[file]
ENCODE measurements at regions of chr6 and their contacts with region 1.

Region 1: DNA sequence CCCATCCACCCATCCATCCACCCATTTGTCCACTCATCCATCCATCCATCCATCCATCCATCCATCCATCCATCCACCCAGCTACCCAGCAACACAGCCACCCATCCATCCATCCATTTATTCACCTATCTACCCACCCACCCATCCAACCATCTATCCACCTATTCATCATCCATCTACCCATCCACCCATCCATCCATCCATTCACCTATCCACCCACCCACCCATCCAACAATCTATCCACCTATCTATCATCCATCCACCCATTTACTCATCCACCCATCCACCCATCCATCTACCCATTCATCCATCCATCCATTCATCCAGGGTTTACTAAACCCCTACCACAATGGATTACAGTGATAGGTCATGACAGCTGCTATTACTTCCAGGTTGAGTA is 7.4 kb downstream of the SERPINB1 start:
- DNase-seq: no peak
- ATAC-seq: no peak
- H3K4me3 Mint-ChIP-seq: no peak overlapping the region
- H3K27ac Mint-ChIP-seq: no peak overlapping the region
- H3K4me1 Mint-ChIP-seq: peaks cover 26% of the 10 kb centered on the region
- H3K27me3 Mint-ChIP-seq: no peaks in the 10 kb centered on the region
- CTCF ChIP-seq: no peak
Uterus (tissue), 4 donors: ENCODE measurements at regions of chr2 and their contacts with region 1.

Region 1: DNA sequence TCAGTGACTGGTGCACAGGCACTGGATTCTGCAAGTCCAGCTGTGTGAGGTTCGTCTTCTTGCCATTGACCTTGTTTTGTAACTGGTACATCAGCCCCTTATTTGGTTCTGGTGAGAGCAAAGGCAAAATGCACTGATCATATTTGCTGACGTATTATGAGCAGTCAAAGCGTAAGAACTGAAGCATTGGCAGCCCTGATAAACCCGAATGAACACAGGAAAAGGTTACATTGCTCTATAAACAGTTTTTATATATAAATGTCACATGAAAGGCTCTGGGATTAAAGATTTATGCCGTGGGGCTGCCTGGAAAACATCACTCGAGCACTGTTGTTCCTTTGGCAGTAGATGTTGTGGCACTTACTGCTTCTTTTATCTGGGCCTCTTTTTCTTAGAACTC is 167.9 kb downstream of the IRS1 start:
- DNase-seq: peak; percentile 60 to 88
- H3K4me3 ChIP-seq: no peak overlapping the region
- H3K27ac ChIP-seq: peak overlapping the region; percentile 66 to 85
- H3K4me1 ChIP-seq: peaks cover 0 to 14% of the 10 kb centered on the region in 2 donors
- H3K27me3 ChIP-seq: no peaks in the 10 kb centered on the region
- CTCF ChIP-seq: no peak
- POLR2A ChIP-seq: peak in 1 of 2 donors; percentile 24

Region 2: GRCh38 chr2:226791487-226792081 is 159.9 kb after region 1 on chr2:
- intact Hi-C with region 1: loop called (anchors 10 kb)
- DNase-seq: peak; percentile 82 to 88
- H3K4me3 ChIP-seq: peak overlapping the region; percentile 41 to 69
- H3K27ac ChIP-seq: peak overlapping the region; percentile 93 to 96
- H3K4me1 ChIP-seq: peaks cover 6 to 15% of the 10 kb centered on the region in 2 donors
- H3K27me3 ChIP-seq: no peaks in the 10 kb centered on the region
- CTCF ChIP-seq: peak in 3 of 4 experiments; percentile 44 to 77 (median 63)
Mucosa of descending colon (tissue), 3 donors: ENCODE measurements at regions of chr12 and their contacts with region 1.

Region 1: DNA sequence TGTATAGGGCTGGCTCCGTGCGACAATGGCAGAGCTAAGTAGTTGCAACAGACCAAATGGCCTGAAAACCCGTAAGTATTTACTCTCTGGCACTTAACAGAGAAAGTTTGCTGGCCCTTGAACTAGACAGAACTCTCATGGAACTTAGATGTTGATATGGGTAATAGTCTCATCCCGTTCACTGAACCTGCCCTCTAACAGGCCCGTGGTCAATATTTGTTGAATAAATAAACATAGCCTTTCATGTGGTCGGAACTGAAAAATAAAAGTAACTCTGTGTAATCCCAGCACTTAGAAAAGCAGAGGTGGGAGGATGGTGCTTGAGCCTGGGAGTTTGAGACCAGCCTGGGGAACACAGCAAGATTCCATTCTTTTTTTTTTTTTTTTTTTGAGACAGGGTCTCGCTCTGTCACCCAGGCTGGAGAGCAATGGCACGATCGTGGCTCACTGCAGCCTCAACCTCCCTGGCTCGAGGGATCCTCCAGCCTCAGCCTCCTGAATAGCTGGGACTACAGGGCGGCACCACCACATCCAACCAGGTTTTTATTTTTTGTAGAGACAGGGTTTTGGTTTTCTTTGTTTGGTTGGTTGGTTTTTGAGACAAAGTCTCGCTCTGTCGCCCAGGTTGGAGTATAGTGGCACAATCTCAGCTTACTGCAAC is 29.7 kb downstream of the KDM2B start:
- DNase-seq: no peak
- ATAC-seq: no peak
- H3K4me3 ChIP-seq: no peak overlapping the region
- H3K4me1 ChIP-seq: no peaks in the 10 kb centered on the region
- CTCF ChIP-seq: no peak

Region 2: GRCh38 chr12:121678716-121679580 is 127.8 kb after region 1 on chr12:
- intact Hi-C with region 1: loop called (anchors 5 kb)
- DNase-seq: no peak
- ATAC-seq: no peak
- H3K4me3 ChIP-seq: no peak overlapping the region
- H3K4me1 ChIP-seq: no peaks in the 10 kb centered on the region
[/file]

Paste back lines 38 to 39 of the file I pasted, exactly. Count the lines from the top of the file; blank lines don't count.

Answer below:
- H3K4me3 ChIP-seq: no peak overlapping the region
- H3K4me1 ChIP-seq: no peaks in the 10 kb centered on the region